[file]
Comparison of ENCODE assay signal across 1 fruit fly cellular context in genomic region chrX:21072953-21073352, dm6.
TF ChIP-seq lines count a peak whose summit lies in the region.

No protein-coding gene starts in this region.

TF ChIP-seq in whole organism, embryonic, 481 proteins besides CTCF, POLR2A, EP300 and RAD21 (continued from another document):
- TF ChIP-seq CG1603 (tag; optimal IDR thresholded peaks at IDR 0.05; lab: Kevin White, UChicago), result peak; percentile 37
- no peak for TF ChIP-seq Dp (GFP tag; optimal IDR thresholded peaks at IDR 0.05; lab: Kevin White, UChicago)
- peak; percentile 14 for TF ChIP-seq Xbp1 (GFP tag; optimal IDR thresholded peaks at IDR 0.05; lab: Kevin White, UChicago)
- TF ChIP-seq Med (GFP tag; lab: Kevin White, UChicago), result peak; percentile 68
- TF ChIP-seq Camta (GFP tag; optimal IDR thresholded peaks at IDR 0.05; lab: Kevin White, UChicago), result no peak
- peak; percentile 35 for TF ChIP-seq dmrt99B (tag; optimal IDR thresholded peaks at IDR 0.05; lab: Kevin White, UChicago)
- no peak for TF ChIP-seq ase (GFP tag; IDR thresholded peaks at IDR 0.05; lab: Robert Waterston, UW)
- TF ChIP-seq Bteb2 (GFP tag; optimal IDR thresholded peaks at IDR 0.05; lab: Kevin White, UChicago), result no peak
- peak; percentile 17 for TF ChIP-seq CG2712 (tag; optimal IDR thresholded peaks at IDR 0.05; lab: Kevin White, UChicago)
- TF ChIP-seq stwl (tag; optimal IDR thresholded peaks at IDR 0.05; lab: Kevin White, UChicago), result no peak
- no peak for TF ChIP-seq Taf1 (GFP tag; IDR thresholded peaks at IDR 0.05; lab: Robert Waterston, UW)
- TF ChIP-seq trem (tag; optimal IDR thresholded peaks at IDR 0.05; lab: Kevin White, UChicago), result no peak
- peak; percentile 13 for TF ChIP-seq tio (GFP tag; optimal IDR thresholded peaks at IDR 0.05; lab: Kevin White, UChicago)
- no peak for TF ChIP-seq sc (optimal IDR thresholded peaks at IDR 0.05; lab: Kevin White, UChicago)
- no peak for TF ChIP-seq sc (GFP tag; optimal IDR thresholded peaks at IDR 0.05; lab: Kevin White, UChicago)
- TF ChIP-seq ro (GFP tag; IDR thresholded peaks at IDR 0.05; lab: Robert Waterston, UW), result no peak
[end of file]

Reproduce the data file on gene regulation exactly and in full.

Comparison of ENCODE assay signal across 1 fruit fly cellular context in genomic region chrX:21072953-21073352, dm6.
TF ChIP-seq lines count a peak whose summit lies in the region.

No protein-coding gene starts in this region.

TF ChIP-seq in whole organism, embryonic, 481 proteins besides CTCF, POLR2A, EP300 and RAD21 (continued from another document):
- TF ChIP-seq CG1603 (tag; optimal IDR thresholded peaks at IDR 0.05; lab: Kevin White, UChicago), result peak; percentile 37
- no peak for TF ChIP-seq Dp (GFP tag; optimal IDR thresholded peaks at IDR 0.05; lab: Kevin White, UChicago)
- peak; percentile 14 for TF ChIP-seq Xbp1 (GFP tag; optimal IDR thresholded peaks at IDR 0.05; lab: Kevin White, UChicago)
- TF ChIP-seq Med (GFP tag; lab: Kevin White, UChicago), result peak; percentile 68
- TF ChIP-seq Camta (GFP tag; optimal IDR thresholded peaks at IDR 0.05; lab: Kevin White, UChicago), result no peak
- peak; percentile 35 for TF ChIP-seq dmrt99B (tag; optimal IDR thresholded peaks at IDR 0.05; lab: Kevin White, UChicago)
- no peak for TF ChIP-seq ase (GFP tag; IDR thresholded peaks at IDR 0.05; lab: Robert Waterston, UW)
- TF ChIP-seq Bteb2 (GFP tag; optimal IDR thresholded peaks at IDR 0.05; lab: Kevin White, UChicago), result no peak
- peak; percentile 17 for TF ChIP-seq CG2712 (tag; optimal IDR thresholded peaks at IDR 0.05; lab: Kevin White, UChicago)
- TF ChIP-seq stwl (tag; optimal IDR thresholded peaks at IDR 0.05; lab: Kevin White, UChicago), result no peak
- no peak for TF ChIP-seq Taf1 (GFP tag; IDR thresholded peaks at IDR 0.05; lab: Robert Waterston, UW)
- TF ChIP-seq trem (tag; optimal IDR thresholded peaks at IDR 0.05; lab: Kevin White, UChicago), result no peak
- peak; percentile 13 for TF ChIP-seq tio (GFP tag; optimal IDR thresholded peaks at IDR 0.05; lab: Kevin White, UChicago)
- no peak for TF ChIP-seq sc (optimal IDR thresholded peaks at IDR 0.05; lab: Kevin White, UChicago)
- no peak for TF ChIP-seq sc (GFP tag; optimal IDR thresholded peaks at IDR 0.05; lab: Kevin White, UChicago)
- TF ChIP-seq ro (GFP tag; IDR thresholded peaks at IDR 0.05; lab: Robert Waterston, UW), result no peak